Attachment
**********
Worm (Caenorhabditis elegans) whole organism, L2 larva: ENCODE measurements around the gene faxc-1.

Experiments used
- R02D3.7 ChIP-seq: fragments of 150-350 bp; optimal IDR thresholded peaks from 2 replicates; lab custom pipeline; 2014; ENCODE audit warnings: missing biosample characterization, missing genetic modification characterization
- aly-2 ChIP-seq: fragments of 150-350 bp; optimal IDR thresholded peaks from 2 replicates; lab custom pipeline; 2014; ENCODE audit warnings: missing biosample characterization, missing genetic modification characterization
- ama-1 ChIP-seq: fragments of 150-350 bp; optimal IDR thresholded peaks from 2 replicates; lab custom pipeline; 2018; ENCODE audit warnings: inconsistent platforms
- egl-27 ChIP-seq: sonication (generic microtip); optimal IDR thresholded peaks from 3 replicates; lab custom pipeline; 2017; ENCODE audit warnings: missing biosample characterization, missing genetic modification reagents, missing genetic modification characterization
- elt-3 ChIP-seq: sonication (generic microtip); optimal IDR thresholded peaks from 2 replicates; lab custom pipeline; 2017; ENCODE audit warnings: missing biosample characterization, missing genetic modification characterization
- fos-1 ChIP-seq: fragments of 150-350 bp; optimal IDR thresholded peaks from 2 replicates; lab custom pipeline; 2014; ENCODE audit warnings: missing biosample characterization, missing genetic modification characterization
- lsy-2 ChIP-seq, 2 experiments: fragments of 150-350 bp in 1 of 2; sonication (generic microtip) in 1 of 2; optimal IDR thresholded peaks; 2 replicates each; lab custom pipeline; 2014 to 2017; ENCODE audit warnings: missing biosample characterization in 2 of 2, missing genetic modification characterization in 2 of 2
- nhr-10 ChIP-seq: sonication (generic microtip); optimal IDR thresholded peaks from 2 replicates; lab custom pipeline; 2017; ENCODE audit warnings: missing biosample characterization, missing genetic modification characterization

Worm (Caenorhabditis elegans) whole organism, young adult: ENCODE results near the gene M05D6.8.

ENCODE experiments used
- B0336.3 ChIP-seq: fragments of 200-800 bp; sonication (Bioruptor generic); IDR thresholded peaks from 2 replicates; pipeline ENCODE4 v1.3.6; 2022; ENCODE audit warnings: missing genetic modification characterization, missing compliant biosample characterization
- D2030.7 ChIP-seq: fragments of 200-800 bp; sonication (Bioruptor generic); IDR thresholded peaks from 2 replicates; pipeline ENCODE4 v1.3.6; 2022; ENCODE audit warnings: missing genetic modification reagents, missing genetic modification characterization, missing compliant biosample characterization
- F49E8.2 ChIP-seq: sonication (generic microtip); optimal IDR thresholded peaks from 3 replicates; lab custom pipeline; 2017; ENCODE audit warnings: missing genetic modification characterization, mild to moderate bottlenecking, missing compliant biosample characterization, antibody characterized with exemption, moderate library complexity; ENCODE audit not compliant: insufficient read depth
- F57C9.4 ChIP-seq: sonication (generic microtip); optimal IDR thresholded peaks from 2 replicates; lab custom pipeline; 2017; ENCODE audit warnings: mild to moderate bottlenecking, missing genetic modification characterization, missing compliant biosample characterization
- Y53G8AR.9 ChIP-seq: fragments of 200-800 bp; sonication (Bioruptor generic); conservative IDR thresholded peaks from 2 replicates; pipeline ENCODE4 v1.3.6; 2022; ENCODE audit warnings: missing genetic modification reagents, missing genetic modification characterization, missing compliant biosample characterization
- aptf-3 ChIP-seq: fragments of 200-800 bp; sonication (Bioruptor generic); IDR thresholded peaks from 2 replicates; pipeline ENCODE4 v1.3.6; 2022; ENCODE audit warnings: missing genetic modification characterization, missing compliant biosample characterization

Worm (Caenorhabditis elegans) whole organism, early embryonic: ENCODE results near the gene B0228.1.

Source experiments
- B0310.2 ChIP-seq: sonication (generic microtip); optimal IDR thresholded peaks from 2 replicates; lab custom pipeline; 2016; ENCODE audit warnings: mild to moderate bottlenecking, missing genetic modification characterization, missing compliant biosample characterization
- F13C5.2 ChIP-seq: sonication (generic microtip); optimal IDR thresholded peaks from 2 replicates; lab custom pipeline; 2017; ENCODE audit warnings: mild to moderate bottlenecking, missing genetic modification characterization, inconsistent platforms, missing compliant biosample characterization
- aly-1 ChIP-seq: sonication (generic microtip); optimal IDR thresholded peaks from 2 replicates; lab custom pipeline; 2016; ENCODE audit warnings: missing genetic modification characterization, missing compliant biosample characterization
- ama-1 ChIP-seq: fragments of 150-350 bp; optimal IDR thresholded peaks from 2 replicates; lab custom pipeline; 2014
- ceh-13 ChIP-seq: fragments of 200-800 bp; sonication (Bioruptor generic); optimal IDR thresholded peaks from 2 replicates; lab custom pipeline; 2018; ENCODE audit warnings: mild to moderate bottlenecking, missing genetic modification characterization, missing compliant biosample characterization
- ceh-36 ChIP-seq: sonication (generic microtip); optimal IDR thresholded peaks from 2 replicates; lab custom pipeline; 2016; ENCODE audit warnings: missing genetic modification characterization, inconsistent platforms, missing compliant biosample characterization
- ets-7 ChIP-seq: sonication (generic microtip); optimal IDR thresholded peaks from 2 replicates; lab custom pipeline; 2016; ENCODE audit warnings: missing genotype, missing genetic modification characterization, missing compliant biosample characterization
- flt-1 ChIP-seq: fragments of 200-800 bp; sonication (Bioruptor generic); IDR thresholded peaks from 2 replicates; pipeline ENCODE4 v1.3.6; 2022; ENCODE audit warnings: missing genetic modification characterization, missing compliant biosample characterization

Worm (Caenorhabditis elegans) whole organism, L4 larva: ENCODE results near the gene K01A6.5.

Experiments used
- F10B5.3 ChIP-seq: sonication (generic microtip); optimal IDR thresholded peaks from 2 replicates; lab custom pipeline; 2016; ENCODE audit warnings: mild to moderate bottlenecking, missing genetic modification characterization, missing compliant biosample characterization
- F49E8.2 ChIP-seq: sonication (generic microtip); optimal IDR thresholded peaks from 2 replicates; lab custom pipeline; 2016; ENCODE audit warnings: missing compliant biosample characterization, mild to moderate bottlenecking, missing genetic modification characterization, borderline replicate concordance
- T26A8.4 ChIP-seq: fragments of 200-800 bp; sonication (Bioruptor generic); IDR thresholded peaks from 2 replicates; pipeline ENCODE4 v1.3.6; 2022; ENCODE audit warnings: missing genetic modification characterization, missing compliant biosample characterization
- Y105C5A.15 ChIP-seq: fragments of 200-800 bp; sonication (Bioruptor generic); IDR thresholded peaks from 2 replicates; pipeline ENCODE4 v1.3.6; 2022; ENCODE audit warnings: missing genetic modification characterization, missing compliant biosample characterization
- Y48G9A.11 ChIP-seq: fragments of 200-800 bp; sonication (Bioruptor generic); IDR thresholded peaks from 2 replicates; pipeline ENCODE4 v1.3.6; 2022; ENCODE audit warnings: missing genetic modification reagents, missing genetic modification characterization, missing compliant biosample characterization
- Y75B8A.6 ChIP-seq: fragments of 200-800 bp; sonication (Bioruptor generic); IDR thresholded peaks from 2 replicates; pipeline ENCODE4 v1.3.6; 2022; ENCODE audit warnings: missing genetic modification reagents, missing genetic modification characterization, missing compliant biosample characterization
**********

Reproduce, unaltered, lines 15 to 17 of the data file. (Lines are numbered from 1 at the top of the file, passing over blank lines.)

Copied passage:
- F49E8.2 ChIP-seq: sonication (generic microtip); optimal IDR thresholded peaks from 3 replicates; lab custom pipeline; 2017; ENCODE audit warnings: missing genetic modification characterization, mild to moderate bottlenecking, missing compliant biosample characterization, antibody characterized with exemption, moderate library complexity; ENCODE audit not compliant: insufficient read depth
- F57C9.4 ChIP-seq: sonication (generic microtip); optimal IDR thresholded peaks from 2 replicates; lab custom pipeline; 2017; ENCODE audit warnings: mild to moderate bottlenecking, missing genetic modification characterization, missing compliant biosample characterization
- Y53G8AR.9 ChIP-seq: fragments of 200-800 bp; sonication (Bioruptor generic); conservative IDR thresholded peaks from 2 replicates; pipeline ENCODE4 v1.3.6; 2022; ENCODE audit warnings: missing genetic modification reagents, missing genetic modification characterization, missing compliant biosample characterization